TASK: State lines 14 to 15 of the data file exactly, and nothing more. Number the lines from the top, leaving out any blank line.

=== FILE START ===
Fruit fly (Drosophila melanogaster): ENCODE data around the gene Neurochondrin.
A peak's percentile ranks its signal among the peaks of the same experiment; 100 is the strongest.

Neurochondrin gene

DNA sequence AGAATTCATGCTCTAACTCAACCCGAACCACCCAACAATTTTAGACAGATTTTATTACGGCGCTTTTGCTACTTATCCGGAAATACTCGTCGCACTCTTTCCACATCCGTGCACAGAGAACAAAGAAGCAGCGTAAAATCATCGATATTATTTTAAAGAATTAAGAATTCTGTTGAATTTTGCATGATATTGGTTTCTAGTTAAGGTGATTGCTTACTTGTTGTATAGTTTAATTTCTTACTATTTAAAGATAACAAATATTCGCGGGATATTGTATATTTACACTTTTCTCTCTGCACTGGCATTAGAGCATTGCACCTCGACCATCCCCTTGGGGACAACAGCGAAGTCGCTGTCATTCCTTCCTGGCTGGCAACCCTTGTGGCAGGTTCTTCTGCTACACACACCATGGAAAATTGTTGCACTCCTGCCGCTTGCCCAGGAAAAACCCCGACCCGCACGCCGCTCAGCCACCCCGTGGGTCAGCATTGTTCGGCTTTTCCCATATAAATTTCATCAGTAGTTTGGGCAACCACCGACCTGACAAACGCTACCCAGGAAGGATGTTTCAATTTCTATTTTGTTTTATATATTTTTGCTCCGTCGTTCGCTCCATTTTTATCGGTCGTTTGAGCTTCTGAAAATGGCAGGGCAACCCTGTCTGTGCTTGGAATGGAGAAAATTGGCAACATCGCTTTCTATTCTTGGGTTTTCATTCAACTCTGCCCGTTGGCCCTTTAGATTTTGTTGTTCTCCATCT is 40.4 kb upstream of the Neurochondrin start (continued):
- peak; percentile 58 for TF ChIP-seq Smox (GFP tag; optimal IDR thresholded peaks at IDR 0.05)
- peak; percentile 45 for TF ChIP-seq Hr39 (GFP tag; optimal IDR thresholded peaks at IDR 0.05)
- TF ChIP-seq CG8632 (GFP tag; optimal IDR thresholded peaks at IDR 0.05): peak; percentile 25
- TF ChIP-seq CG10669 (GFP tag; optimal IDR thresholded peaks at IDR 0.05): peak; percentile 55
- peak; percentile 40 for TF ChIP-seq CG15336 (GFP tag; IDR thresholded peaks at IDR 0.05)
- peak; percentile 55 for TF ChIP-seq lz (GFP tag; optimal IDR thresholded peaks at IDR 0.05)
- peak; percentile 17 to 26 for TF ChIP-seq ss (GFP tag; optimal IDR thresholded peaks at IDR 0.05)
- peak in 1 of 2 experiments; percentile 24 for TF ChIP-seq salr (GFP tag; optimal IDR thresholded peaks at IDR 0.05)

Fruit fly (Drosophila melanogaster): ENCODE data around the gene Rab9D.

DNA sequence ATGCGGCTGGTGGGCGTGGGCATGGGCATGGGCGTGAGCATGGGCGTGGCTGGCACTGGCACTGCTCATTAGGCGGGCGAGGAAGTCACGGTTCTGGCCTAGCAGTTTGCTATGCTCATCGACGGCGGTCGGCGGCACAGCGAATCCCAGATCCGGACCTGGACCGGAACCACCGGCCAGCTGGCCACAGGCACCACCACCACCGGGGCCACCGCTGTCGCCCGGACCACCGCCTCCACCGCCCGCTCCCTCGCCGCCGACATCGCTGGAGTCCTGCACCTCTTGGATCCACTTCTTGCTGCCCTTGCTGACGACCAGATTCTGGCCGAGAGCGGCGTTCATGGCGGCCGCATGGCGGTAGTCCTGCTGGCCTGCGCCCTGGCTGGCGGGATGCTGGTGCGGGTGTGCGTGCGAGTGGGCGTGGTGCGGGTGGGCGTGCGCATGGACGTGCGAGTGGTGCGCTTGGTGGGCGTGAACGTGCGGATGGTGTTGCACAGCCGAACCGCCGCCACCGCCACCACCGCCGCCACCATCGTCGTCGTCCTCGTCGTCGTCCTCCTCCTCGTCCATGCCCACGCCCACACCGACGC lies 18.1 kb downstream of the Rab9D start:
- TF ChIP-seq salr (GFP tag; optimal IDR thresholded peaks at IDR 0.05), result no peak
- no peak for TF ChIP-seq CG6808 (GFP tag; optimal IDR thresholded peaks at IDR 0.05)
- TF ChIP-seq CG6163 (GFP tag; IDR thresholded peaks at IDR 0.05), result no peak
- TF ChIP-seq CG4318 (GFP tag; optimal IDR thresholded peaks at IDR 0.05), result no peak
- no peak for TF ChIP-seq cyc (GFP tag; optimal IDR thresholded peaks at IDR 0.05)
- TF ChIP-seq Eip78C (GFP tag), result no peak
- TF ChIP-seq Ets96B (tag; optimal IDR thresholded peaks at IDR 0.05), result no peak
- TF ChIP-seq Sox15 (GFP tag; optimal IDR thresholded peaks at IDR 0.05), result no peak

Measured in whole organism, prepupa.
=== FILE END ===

DNA sequence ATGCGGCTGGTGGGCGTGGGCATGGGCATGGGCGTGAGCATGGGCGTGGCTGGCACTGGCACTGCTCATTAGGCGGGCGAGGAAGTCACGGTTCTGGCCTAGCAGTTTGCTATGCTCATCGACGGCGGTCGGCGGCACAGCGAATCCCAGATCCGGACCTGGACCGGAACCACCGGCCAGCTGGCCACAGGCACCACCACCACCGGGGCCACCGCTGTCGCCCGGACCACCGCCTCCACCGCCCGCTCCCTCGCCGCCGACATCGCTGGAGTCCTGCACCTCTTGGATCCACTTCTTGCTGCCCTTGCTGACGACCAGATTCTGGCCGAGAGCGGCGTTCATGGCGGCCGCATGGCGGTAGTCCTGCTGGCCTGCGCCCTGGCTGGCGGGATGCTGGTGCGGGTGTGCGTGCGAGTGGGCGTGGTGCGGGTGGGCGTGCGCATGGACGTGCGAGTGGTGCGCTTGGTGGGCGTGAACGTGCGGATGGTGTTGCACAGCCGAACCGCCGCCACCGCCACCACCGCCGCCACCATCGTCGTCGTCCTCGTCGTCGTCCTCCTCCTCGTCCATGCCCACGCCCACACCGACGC lies 18.1 kb downstream of the Rab9D start:
- TF ChIP-seq salr (GFP tag; optimal IDR thresholded peaks at IDR 0.05), result no peak